But eventually we succeeded – and succeeded on two separate adoptions within a month of each other. So our son, Alex, and our daughter, Grace, arrived and changed our lives in 1996. I adopted them through a second-parent adoption a year or so later. We didn’t even have a domestic partnership, but we were legally bound together by our children – our names are on their US birth certificates. It was amazing. And once you have your children, all the bad memories fade away.

I know reading is one of your main passions. Have you read anything recently that you couldn’t put down?

Reading is an addiction with me. I always have my Kindle with me. I love young adult novels, written for teenagers, that have gay themes. I just finished Benjamin Alire Saenz’s beautiful book Aristotle and Dante Discover the Secrets of the Universe. It’s about a Mexican-American teenager in El Paso who finds a best friend one summer. The friendship between the boys is beautiful; but what I loved most was the importance of the parents. Many young adult novels marginalize the parental figures – as teenagers themselves try to do. But Saenz makes the parents important, and makes their love for their sons crucial in the narrative. It’s a wonderful book.

With your unique worldview, as an out gay dad, partner, author, reader, curator, etc., what do you see as the biggest issues facing the LGBT community?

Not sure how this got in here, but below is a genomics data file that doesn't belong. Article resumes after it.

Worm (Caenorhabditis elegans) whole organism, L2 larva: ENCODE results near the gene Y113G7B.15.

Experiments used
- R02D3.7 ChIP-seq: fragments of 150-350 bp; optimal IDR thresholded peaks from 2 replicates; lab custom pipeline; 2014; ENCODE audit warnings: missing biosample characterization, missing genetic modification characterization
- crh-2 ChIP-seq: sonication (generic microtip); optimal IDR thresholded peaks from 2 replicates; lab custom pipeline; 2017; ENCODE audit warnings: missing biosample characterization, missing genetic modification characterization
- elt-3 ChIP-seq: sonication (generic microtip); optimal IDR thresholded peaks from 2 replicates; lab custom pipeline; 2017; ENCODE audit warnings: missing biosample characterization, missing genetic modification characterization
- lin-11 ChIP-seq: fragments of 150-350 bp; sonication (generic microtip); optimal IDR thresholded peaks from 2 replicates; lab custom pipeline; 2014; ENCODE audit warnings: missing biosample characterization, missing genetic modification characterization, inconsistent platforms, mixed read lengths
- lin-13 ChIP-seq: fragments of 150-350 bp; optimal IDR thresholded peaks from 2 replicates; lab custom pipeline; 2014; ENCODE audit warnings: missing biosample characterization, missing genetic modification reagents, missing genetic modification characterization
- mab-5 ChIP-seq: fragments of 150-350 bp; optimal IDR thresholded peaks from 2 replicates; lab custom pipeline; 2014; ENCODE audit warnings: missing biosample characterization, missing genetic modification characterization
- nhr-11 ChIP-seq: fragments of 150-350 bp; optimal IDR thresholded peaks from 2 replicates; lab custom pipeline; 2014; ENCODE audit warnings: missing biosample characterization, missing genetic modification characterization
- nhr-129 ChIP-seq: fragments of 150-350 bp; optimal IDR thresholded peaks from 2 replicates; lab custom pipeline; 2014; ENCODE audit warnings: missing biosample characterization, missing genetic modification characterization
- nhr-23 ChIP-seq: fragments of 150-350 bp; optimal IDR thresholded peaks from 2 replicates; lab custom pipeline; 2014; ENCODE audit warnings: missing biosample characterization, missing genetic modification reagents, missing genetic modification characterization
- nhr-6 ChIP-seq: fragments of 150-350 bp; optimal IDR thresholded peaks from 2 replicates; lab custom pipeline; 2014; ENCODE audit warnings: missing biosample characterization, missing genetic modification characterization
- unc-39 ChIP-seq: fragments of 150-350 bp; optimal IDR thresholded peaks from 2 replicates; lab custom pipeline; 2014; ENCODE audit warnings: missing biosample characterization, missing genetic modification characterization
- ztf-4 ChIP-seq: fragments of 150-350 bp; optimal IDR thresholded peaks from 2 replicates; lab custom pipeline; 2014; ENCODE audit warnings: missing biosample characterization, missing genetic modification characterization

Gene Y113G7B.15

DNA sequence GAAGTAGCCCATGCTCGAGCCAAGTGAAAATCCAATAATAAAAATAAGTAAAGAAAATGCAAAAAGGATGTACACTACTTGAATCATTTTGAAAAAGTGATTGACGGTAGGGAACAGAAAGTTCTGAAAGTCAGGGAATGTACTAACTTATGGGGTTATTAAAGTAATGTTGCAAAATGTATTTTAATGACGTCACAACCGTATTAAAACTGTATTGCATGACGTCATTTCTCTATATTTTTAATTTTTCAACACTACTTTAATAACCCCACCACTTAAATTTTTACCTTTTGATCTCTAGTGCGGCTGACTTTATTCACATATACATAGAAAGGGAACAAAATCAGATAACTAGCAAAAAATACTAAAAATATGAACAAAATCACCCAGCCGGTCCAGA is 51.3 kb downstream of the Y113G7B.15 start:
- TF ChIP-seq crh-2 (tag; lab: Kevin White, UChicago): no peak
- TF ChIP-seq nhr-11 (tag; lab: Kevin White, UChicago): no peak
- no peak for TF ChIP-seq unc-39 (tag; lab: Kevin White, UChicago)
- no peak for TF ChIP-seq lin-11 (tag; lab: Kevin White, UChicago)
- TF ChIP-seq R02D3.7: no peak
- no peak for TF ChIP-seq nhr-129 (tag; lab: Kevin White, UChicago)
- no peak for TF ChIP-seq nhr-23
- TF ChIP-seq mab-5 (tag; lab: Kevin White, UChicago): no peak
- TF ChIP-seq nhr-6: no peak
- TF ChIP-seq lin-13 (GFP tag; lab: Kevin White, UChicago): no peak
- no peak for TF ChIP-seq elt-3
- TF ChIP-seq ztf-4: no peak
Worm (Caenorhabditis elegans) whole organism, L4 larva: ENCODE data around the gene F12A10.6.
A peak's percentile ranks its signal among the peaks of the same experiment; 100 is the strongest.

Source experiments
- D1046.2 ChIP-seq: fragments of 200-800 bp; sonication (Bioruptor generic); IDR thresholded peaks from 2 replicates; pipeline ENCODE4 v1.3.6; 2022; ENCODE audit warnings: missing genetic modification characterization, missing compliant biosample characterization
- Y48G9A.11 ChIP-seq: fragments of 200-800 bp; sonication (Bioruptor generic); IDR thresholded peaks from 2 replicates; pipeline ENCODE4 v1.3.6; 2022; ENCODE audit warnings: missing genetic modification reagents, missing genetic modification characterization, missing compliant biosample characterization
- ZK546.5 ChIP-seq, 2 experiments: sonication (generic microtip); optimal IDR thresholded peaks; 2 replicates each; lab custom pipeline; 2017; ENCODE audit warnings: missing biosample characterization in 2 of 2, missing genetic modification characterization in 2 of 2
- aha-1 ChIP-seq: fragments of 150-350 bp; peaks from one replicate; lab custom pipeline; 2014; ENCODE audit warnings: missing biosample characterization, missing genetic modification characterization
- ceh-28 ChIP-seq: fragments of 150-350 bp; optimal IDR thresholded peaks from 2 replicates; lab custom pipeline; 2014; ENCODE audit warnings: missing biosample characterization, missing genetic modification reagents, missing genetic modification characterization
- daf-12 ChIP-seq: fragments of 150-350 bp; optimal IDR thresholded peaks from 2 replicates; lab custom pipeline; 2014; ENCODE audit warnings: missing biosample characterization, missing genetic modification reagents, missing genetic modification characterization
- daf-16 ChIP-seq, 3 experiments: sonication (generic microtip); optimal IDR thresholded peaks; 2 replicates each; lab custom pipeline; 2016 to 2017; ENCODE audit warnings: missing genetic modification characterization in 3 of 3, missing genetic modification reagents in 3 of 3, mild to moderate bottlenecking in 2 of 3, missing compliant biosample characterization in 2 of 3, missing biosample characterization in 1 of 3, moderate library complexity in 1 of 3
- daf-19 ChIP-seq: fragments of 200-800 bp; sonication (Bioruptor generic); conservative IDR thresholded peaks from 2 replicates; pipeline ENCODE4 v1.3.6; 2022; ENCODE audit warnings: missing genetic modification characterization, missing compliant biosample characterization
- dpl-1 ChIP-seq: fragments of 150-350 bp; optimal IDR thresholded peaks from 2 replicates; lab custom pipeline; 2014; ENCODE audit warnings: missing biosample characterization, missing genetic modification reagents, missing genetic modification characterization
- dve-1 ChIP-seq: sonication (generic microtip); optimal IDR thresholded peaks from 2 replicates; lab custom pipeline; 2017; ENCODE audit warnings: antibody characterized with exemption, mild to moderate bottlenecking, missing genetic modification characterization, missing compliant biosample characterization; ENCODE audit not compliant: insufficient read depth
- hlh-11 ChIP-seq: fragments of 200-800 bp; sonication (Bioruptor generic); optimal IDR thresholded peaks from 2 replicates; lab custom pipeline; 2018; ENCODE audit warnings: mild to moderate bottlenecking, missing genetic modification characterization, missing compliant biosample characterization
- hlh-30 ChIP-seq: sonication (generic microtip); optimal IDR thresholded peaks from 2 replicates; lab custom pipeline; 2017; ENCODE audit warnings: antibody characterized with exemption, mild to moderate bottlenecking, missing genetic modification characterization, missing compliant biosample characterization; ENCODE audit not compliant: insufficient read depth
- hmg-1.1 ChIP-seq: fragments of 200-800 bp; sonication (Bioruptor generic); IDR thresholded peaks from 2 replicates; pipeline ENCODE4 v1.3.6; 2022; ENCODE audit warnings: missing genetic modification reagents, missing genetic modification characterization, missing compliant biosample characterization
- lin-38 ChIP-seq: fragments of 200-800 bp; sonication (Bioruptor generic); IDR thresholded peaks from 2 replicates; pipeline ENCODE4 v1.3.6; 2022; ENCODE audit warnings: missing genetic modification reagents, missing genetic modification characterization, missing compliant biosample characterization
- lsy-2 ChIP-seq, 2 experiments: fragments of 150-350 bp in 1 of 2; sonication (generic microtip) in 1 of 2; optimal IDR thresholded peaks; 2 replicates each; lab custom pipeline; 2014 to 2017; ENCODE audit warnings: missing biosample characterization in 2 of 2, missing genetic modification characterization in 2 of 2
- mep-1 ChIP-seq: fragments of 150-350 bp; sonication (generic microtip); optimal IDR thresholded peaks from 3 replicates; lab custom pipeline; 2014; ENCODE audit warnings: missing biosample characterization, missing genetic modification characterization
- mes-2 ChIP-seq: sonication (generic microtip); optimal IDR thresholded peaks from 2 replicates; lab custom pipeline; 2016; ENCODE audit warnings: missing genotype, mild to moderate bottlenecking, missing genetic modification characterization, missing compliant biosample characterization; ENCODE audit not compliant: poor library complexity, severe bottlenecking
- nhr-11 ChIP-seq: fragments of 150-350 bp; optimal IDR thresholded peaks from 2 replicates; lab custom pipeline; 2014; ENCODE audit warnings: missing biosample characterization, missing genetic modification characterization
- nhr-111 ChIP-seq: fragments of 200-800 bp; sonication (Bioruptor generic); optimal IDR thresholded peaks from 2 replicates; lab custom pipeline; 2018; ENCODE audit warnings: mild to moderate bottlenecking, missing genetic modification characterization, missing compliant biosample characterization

What I see as the biggest issue facing our community is our complacence in the face of the upwelling of right-wing religiosity in this country, in the secular world and especially in politics. I came out in the 1970s, before AIDS, and things have improved so much since then it’s hard to believe. But, for all the acceptance my family and I have experienced in our little bubble of diversity in Maplewood, New Jersey, there is a significant anti-gay world out there trying to figure out how to undo all the progress we’ve made. I’m a devout Episcopalian, by the way, and church is important to me; but I feel somewhat like an assimilated Jew in Germany in the early 1930s, who felt that they were safe and beyond harm. There are young gay folk who talk about the world being “post-gay,” and it’s just not true. Not yet.

Hopefully, that day will come soon. Lastly, you are so entrenched in arts and culture. What impact do you think those have on us as people, and as a society?

That’s a loaded question. Look, I’ve given my life to the Newark Museum. I believe in art and the power of art to transform lives. My entire career has been dedicated to connecting people with objects; to telling stories that help people see the world in a slightly different way. I help people fall in love with the things I love. My non-fiction books have been part of my curatorial life; my novels are just another aspect of that story-telling instinct.

The books of Ulysses Grant Dietz can be found on Amazon, with more information on his publisher’s website.
Author Photo courtesy of the Newark Museum.

© Kergan Edwards-Stout.
For more by Kergan Edwards-Stout, click here to visit his blog.
Opinions and advice expressed in our Views & Voices columns represent the author's own views and not necessarily those of LGBTQ Nation. We welcome opposing views and diverse perspectives. To submit a article, column or video, contact us here. Due to the volume of submissions received, we cannot guarantee publication.

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11 more reader comments:

  1. perfect :)

    Posted on Saturday, October 27, 2012 at 10:25am
  2. Desmond was released many years ago and is uninspired, unreadable, pedestrian drivel. Here is the review I wrote at the time. Sorry to hear some poor sucker pushed a sequel through after all.

    Posted on Saturday, October 27, 2012 at 10:39am